BMHS pool to break ground this Friday

Posted: Tuesday, December 11, 2012 4:00 pm

By Hillary Gavan | 16 comments

The Department of Natural Resources (DNR) has approved construction of the Beloit Memorial High School (BMHS) pool, and the 23,000-square-foot pool facility should be ready for the swim season next year, according to Melissa Badger, community relations coordinator for the School District of Beloit.

The BMHS pool, one of the projects designated for improvements in Phase 1 as a result of the April 2012 referendum, will have a groundbreaking ceremony for students and guests at 12:30 p.m. Friday at BMHS, 1225 Fourth St.

Corporate Contractors Inc., based in Beloit, is working with school staff to plan a short program for the community. BMHS Principal Dr. Tom Johnson, along with Athletics Director Chuck Seils and Swimming Coach Richard Vogel, would especially like to invite all current and former School District of Beloit swimmers to attend the ceremony.

Seils said the existing pool structure will become home to the school’s cardio and strength fitness centers, and the current cardio center would be made into classrooms. The new pool will feature a wheelchair ramp to comply with the Americans with Disabilities Act.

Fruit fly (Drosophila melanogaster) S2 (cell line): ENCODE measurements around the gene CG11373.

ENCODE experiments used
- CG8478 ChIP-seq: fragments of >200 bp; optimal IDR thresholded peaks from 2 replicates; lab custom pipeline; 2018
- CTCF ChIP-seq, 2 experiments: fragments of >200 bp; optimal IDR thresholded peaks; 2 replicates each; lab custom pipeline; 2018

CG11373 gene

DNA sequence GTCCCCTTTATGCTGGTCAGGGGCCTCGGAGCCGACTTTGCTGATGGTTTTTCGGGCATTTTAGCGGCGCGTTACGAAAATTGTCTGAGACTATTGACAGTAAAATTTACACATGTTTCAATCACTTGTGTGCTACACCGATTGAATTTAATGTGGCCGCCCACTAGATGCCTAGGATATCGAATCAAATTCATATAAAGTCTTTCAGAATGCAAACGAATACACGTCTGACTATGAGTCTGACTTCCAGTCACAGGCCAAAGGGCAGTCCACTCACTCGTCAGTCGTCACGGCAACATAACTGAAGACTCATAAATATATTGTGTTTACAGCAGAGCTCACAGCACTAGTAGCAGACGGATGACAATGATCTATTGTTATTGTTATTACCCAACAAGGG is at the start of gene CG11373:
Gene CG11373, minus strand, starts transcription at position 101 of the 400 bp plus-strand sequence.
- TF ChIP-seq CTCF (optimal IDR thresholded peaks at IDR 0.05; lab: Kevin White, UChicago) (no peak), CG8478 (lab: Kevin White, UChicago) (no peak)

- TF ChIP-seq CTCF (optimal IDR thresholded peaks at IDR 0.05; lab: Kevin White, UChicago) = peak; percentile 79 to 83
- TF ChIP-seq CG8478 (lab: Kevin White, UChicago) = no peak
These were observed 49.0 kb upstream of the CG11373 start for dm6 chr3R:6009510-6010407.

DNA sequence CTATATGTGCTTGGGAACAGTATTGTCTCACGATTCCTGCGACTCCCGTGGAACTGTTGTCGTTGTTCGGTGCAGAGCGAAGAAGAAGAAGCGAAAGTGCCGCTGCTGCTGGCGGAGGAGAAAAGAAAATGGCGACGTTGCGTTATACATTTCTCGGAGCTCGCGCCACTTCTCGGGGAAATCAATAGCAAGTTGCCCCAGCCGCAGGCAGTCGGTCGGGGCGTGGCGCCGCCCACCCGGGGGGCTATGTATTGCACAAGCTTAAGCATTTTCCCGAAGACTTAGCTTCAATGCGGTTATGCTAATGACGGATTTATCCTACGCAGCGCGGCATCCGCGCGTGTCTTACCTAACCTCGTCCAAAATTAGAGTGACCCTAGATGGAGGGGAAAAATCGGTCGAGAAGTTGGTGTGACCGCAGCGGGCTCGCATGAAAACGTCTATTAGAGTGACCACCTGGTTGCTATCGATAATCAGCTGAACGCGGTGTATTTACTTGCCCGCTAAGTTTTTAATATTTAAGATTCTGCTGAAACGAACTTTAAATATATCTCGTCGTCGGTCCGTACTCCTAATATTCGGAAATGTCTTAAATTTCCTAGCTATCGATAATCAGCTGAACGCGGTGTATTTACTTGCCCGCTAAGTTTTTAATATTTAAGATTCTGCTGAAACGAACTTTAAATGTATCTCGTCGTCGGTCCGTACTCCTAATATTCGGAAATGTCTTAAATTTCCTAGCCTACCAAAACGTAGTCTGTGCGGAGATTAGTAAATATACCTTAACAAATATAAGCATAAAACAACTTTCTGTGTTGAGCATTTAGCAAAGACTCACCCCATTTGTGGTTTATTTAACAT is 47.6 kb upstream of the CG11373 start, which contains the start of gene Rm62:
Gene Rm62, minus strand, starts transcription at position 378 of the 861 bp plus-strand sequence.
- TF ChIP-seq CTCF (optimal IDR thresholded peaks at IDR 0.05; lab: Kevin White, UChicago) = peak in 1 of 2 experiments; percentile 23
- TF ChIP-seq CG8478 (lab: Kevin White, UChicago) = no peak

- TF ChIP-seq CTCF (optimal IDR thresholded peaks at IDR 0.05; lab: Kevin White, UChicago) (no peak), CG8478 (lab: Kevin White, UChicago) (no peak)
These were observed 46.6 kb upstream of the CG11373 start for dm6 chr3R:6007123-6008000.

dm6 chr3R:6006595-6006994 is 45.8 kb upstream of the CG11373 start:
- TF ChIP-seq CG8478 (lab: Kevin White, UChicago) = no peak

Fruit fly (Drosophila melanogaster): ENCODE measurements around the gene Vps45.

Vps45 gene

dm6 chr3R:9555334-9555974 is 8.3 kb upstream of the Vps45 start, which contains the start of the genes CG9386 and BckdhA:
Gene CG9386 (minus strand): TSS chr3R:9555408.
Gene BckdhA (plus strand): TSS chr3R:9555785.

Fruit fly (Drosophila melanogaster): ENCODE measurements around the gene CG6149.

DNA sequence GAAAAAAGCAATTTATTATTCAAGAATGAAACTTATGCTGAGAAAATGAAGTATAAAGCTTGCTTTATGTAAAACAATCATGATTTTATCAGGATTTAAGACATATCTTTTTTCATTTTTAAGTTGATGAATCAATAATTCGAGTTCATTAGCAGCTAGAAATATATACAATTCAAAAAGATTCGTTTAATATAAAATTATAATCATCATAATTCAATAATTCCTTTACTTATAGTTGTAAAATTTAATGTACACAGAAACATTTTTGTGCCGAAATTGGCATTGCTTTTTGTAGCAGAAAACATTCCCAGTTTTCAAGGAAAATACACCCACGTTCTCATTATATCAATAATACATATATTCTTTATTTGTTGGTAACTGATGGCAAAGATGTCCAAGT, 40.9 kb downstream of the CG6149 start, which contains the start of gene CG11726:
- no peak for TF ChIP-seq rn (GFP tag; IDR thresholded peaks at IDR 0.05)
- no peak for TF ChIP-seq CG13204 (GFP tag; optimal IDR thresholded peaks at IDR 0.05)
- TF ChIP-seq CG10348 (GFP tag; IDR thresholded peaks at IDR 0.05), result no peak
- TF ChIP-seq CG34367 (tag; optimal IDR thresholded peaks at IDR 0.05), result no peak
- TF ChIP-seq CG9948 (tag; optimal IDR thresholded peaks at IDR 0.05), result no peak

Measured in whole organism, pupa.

The seating capacity in the new pool building would accommodate 750 people, and the one-story pool facility will be 23,000 square feet and include a mezzanine, locker rooms for students and both restrooms and a changing area for the community. It will be open to the community for open swims.

Those in the district are expecting the new pool to bring in revenue to the City of Beloit when swim meets are held.

In an October interview, Superintendent Steve McNeal said lead was found at the high school pool site and said building on it would require DNR approval.

On Monday McNeal said foundry sand could be used on site and would require no special process. However, he said there are some contaminated soils with lead that have to be pulled and sent to a special landfill. He said the DNR has a process in place for dealing with such contaminated soil. He added that the district would be able to stay within its pool budget, less than $6 million, despite the soil issues.

In an earlier interview, Seils said there were growing concerns with the state of the deteriorating pool. The high school pool didn’t meet code, and practices for students were inadequate.

Beloit has been unable to host swim meets at the high school, and there is only one starting block to use for teaching how to dive. On Monday, Seils added that the pool pump also broke over the weekend, but said it had been fixed.

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